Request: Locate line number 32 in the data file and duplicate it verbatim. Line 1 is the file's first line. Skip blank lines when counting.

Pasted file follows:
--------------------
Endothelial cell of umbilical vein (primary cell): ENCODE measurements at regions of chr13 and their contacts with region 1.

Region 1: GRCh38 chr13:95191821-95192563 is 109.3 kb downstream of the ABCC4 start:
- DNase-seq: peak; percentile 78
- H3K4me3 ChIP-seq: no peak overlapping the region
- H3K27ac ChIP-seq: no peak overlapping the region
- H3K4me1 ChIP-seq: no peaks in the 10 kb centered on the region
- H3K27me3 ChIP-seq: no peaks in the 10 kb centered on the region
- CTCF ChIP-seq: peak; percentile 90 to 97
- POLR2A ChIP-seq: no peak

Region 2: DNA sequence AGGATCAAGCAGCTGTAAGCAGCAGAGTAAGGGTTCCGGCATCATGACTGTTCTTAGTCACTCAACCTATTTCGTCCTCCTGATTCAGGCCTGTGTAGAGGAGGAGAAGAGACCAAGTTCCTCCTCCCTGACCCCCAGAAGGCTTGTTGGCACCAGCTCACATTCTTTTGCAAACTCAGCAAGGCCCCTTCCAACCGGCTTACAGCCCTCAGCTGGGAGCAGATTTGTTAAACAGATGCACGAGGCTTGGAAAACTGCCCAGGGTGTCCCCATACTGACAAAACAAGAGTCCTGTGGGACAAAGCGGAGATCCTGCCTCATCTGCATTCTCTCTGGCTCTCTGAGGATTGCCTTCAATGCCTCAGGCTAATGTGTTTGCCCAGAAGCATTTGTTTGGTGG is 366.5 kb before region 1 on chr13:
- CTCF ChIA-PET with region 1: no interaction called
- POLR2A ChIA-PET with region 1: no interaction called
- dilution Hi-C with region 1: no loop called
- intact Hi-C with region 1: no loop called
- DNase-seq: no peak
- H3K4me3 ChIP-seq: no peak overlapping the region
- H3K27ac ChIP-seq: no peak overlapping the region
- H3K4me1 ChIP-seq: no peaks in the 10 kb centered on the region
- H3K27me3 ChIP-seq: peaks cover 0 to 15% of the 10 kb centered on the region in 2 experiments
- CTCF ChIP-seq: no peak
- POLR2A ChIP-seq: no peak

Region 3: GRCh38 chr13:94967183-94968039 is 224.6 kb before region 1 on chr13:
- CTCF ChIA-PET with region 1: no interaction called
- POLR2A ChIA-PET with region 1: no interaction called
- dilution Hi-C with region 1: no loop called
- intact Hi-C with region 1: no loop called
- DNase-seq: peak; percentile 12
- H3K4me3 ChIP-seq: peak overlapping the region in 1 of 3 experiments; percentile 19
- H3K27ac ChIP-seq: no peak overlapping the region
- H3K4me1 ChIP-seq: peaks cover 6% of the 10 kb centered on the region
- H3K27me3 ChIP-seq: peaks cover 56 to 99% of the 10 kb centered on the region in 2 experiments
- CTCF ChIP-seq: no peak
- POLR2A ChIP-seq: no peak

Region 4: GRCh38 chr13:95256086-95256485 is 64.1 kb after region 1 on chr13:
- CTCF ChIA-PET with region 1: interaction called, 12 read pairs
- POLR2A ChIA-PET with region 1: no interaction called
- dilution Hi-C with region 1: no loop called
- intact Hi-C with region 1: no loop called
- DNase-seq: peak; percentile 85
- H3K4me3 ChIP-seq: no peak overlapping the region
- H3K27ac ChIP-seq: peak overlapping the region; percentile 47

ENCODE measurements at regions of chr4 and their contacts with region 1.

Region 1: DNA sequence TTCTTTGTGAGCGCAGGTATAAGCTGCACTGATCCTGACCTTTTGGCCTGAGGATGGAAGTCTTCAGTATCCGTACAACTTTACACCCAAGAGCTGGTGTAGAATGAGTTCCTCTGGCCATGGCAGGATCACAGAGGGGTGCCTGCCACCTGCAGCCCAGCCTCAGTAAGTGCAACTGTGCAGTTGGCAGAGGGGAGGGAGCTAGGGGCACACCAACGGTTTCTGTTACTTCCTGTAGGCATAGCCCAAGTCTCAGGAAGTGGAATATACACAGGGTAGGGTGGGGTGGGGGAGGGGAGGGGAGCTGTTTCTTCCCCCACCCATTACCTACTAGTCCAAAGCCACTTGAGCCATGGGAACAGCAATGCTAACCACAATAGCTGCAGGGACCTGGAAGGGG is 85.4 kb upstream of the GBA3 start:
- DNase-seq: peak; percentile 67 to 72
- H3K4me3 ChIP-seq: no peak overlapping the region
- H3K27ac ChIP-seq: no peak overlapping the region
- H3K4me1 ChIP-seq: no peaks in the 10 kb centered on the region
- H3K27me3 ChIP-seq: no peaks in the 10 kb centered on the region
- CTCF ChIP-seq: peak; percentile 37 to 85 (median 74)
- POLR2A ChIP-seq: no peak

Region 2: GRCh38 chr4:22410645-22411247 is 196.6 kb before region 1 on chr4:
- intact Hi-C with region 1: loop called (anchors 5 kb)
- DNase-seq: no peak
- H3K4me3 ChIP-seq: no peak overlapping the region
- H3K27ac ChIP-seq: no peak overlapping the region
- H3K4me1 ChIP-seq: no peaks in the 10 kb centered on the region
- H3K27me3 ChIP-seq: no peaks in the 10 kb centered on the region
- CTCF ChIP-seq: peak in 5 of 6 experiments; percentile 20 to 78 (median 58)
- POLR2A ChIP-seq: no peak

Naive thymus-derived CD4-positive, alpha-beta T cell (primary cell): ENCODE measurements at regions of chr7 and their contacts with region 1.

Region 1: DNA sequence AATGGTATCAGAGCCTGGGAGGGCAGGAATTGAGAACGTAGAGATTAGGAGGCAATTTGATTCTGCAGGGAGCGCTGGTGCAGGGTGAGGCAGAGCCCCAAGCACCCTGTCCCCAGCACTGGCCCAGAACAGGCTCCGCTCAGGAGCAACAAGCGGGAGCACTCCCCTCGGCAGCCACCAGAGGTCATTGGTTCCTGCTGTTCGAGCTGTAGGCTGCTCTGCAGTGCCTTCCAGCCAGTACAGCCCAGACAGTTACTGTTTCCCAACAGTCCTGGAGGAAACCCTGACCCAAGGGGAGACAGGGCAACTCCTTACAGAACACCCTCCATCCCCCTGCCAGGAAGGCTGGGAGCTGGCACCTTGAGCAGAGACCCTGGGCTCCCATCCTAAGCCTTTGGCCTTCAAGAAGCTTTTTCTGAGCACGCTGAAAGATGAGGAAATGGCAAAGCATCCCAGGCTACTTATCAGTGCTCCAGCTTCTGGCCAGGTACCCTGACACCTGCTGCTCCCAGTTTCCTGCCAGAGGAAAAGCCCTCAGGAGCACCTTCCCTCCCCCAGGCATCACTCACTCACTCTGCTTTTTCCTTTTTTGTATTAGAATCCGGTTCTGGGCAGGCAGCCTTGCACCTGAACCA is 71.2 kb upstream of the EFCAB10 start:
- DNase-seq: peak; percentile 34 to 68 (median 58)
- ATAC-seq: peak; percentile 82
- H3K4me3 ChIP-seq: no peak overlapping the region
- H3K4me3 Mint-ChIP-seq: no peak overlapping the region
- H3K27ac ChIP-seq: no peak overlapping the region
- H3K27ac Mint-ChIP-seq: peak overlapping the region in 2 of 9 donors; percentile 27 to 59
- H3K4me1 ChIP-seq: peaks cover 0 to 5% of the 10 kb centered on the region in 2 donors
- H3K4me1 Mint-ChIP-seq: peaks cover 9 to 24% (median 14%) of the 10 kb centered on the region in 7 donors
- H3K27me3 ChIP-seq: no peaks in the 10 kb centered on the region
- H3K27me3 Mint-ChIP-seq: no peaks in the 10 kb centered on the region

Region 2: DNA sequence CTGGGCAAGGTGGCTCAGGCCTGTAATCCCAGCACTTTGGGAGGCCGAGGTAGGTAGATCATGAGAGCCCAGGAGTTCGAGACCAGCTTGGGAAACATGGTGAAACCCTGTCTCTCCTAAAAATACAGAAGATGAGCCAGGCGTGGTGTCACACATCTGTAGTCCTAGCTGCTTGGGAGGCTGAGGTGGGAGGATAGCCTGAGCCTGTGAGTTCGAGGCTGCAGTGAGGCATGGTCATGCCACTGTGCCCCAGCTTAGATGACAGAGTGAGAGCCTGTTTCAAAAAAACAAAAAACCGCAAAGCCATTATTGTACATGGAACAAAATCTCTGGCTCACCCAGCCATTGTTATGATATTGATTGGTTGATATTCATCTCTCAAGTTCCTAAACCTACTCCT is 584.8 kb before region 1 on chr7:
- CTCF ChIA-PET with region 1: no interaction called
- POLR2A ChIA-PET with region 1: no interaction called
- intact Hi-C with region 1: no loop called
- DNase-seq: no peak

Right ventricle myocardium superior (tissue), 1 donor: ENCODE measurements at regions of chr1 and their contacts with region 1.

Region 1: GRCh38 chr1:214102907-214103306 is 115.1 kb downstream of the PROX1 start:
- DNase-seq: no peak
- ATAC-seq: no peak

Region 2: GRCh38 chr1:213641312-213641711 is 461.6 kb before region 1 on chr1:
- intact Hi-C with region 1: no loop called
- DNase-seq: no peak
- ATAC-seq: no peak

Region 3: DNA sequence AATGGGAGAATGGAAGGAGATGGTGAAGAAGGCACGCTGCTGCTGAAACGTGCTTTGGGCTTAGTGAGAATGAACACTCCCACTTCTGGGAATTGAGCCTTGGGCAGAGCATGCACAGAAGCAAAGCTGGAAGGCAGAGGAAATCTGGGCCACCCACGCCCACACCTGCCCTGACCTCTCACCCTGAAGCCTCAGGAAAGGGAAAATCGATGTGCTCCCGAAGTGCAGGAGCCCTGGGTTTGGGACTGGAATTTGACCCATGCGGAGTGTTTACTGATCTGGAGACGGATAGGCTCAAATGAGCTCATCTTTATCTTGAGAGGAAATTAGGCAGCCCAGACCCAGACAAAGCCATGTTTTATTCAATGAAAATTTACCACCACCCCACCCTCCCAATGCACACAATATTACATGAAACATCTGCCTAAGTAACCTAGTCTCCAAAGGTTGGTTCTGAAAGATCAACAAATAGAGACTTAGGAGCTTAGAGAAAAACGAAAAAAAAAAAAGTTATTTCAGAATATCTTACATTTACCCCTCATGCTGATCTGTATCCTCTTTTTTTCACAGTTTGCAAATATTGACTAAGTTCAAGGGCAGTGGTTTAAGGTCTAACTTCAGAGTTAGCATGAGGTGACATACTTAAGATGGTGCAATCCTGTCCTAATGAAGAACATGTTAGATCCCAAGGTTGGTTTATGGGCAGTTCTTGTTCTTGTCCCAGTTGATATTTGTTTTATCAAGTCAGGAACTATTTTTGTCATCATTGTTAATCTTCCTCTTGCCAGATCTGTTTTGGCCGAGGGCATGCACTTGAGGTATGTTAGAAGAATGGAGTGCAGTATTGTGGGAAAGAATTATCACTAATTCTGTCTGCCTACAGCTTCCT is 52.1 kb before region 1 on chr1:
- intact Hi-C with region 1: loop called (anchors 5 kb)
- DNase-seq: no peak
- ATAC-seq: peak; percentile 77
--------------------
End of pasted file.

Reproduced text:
- CTCF ChIP-seq: no peak